5. Travis d'Arnaud
Travis d'Arnaud was always a highly touted prospect upon being drafted by the Phillies in 2007. He was dealt twice for Cy Young Award winners before making his debut with the Mets in 2013; Roy Halladay and R.A. Dickey. These blockbuster trade deals made d'Arnaud a blue-chip prospect with 'Mike Piazza' power at the plate. His defense was a question mark, even as a young prospect but he handled pitching staffs well and was a great pitch framer.
d'Arnaud never lived up to the hype of being acquired for R.A. Dickey; in fact, we remember this trade more as the Noah Syndergaard trade than the d'Arnaud. He was demoted early on in 2014 for poor performance, but bounced back nicely in the second half, earning himself the starting role in 2015. d'Arnaud only played in 67 games in 2015 due to injury but played his best baseball as a Met during this stretch including 3 postseason home runs.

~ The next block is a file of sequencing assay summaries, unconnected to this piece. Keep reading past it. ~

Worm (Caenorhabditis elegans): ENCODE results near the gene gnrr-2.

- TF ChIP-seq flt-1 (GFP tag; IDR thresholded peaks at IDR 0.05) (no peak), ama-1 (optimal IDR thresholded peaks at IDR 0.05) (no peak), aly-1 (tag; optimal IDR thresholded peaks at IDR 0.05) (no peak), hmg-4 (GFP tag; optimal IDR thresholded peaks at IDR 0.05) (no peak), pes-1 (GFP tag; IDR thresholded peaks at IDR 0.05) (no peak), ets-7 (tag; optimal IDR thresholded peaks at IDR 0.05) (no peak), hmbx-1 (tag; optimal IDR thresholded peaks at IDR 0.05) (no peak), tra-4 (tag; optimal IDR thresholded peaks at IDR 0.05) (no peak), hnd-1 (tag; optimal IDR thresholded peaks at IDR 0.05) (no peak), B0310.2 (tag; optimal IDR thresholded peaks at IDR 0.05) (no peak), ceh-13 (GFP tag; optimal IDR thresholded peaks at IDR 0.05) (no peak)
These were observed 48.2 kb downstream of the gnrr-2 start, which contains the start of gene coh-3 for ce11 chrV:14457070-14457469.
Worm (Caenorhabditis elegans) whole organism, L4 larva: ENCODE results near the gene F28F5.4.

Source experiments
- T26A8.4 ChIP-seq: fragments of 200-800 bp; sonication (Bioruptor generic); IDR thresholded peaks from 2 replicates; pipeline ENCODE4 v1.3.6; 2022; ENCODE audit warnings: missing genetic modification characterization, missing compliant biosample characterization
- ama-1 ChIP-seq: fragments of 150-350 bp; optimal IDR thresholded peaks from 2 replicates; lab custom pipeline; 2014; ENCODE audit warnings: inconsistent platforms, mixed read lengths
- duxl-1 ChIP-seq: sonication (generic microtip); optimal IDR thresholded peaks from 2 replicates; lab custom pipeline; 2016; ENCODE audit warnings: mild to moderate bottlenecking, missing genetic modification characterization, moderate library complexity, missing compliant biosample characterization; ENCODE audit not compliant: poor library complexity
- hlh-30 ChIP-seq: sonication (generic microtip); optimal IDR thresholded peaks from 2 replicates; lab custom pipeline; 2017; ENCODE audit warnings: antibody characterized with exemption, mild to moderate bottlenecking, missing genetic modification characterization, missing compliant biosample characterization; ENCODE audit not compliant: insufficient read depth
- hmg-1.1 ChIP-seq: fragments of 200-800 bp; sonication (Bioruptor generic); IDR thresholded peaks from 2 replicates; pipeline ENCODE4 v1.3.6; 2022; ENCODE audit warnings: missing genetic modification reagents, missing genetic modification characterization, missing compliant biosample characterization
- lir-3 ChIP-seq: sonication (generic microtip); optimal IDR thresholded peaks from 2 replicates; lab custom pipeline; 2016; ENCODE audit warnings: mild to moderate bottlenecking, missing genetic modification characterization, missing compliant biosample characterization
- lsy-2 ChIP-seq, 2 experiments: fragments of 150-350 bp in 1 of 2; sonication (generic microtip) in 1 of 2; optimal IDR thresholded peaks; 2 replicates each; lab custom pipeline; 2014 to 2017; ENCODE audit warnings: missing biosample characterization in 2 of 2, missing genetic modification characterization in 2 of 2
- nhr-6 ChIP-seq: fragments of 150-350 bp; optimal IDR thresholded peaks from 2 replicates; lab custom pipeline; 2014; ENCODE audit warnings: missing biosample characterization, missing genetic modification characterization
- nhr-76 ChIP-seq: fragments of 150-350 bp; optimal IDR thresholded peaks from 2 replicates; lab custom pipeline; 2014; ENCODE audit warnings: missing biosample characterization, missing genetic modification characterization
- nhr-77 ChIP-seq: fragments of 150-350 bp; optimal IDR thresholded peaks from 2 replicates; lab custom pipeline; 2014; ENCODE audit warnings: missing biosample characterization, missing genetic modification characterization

d'Arnaud may be the most frustrating player in Mets history. Outside of his struggles in 2016, d'Arnaud always hit the ball well and was an asset for a young pitching staff. He struggled to throw out base stealers, though I would put more blame on the pitchers themselves given Mesoraco, Plawecki, Ramos, and Rivera couldn't throw anyone out either. Most Mets fans never embraced d'Arnaud because of the Mike Piazza expectation set on him in 2013. Speaking personally, I always liked d'Arnaud and felt that expectation was unfair. Since signing with the Braves in 2020, d'Arnaud has become another Met-killer just like Daniel Murphy and Justin Turner.